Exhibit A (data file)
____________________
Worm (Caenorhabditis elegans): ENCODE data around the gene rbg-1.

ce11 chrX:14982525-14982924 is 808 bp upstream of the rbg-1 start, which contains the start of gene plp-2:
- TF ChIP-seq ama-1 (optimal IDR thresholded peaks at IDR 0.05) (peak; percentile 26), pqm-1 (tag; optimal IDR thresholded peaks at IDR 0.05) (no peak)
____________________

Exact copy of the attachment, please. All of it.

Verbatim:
Worm (Caenorhabditis elegans): ENCODE data around the gene rbg-1.

ce11 chrX:14982525-14982924 is 808 bp upstream of the rbg-1 start, which contains the start of gene plp-2:
- TF ChIP-seq ama-1 (optimal IDR thresholded peaks at IDR 0.05) (peak; percentile 26), pqm-1 (tag; optimal IDR thresholded peaks at IDR 0.05) (no peak)